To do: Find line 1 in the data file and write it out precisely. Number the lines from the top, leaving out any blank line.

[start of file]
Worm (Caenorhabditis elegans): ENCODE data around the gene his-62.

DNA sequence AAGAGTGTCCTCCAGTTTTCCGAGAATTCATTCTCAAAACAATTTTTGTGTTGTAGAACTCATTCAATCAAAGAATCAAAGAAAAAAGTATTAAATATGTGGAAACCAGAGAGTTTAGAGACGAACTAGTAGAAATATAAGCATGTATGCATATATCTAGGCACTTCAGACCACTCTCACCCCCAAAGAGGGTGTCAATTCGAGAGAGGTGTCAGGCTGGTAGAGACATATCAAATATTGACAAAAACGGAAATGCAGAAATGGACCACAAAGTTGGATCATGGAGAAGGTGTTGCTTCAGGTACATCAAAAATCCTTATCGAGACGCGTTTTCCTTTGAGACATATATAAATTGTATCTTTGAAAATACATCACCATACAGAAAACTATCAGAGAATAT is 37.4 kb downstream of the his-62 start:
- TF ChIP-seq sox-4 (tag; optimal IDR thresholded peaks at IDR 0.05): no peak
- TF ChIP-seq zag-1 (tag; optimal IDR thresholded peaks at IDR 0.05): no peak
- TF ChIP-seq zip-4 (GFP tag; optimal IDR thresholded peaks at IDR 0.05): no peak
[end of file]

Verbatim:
Worm (Caenorhabditis elegans): ENCODE data around the gene his-62.